The company Holt og heidar in east Iceland, which sells food products such as frozen wild mushrooms and rhubarb jam with Iceland moss and vanilla, has now begun producing birch sap and birch syrup. This is the first time that birch sap is used for such purposes in Iceland.Continue reading
Archeologists from the Skagafjördur Heritage Museum in north Iceland found the carcass of a blue whale on a beach by the abandoned farm Ásbúd on Skagi peninsula on Monday.Continue reading
People who suffer from a specific kind of migraine are at risk of dying from cardiovascular diseases, according to the results of an Icelandic study which was published on the website of the British Medical Journal yesterday.Continue reading
The Supreme Court of Iceland has confirmed the ruling of Reykjavík District Court in July that nine European and one Asian bank cannot submit claims to the insolvency estate of the holding company Samson, which used to be among the owners of Landsbanki.Continue reading
Auf einer Pressekonferenz am Dienstag sagte Premierministerin Jóhanna Sigurdardóttir, es sei traurig die Schwierigkeiten zu beobachten, die die Staatskirche in Bezug auf die mutmasslichen Sexualdelikte des früheren Bischofs hat. Die Kirche sei wegen der Kontroverse in eine Krise geraten.Continue reading
Representatives of the European Commission will meet with representatives of the Icelandic and Faroese fishing authorities in Brussels next month to discuss the countries’ mackerel fishing, which has caused heated debates in Europe.Continue reading
The Church Council has asked the primary committee of the church convention to prepare proposals for an investigative committee to review the church’s work methods and reactions in regard to allegations that former Bishop Ólafur Skúlason committed sexual violations.Continue reading
Visitors to Reykjavík might be surprised at how many green areas there are in the capital and the surrounding towns. You don’t have to go far before it feels as if you’re out in the wilderness, miles away from the city’s hustle and bustle.
However, some of these green areas might be hard to locate and people might easily end up always taking the same walk when there are so many walking trails to choose from.
Elegantly designed, 25 Beautiful Walks is a thorough guide to walking trails in the capital region, some of which are well known and frequented by outdoor recreationists but others are in quiet locations which only few people know about.
The author, Reynir Ingibjartsson, made it a point to select trails that lie along shorelines, rivers or lakesides, of which there are plenty in the capital region. Yet the environments are very versatile, ranging from lava fields to forests.
Each walk is described in detail, including practical information such as the length and type of the path and a map. The text is very informative with references to history, legends, geographical and geological facts and outdoor artwork that can be seen along the way. The author also mentions bird species that breed in each location and so the book is also a convenient guide for birdwatchers.
Although a scenic walk in fine weather is always enjoyable, learning more about the area adds another dimension to it.
This book shows that history is everywhere. For example, I had no idea that Hallgerdur langbrók, the wife of Gunnar á Hlídarenda, the protagonist of Njáls saga, had set off for Thingvellir from Laugarnes in Reykjavík to meet Gunnar and that she’s probably buried somewhere on the promontory.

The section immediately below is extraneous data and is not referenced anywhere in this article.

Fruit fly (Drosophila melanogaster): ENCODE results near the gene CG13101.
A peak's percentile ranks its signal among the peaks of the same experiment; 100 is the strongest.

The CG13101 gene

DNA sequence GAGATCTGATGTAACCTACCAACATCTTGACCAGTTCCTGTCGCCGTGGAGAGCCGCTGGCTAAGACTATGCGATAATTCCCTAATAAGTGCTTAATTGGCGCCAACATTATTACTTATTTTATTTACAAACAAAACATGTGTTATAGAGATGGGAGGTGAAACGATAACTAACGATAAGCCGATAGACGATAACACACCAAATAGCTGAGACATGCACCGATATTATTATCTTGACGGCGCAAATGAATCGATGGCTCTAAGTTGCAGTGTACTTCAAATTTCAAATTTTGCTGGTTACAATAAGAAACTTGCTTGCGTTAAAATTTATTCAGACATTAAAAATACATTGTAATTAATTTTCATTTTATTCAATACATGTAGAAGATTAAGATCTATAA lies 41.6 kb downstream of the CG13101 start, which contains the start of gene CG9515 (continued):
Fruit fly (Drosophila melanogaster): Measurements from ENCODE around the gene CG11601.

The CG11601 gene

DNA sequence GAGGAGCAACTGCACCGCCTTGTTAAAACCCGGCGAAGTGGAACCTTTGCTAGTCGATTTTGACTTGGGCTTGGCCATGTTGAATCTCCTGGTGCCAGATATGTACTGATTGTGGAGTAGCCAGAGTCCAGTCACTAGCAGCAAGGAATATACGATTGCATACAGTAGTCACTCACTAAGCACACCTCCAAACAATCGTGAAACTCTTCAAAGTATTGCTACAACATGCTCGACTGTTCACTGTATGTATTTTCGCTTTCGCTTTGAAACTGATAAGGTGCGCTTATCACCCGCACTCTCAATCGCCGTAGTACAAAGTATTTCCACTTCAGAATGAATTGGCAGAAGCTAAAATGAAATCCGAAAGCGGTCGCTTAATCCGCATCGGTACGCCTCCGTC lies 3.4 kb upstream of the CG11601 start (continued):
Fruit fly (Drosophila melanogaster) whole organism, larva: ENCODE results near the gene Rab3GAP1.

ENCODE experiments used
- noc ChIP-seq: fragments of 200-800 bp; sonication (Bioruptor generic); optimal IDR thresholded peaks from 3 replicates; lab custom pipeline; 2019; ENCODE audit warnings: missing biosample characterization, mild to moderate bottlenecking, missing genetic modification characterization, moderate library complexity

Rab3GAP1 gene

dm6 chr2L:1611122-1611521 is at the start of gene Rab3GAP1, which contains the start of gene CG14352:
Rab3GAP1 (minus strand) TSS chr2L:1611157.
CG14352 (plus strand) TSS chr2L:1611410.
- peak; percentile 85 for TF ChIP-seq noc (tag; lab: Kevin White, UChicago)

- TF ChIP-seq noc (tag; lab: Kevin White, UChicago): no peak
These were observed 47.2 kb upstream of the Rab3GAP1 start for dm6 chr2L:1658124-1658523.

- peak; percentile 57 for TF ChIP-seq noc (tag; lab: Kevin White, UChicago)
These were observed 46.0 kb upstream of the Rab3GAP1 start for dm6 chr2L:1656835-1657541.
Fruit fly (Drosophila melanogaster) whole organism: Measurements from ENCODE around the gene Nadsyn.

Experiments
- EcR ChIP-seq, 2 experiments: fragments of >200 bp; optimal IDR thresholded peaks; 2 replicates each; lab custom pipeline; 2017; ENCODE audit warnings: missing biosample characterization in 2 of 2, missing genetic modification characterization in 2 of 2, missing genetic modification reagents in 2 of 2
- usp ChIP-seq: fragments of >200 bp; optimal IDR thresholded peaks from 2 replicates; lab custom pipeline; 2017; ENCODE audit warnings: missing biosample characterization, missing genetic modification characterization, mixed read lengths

Beautiful pictures accompany each chapter, which makes a walk in the respective area all the more tempting. Most pictures were taken in summer but others show the areas in autumn colors or covered with snow in winter as if to say that a walk there is enjoyable in all seasons.
Almost all of these walks are fairly easy and suitable for all but in many cases both a longer and shorter trail is mapped out for those keen on more exercise. Some trails lie close to mountains, such as Valahnúkar (201 meters) and Helgafell (338 meters), so it is also possible to include a hike in the tour.
This guide, which is available in both Icelandic and English, really is perfect for visitors to the capital region but also for residents eager to get to know the area in which they live a little better.
The translation is good, although, some additional information should have been included in the English-language edition for foreign tourists.
For example, in the chapter about Álftanes and Bessastadatjörn, which includes the presidential residents, there is a picture Gudrún Katrín Thorbergsdóttir’s grave.
To Icelanders she needs no introduction but foreigners might not know that she was the current president Ólafur Ragnar Grímsson’s first wife who died of leukemia in 1998.
Also, for tourists and out-of-towners, such as myself, I would have preferred a bit more information on how to reach each location from, say, Reykjavík city center. Perhaps a map of a larger area accompanying the more detailed one to mark the location in a bigger context would have been useful.
The layout makes the text easy to read and it is mostly easy to follow. However, the editors should have picked up a few typos I spotted while reading and one spot where a paragraph was repeated.
These details aside, I heartily recommend 25 Beautiful Walks as an informative and enjoyable guidebook.
25 Beautiful Walks – Walking Trails of the Greater Reykjavík Area is published by Salka. It’s available in bookstores in Iceland and on the publisher’s website (email: [email protected] if you have any questions).
Eygló Svala Arnarsdóttir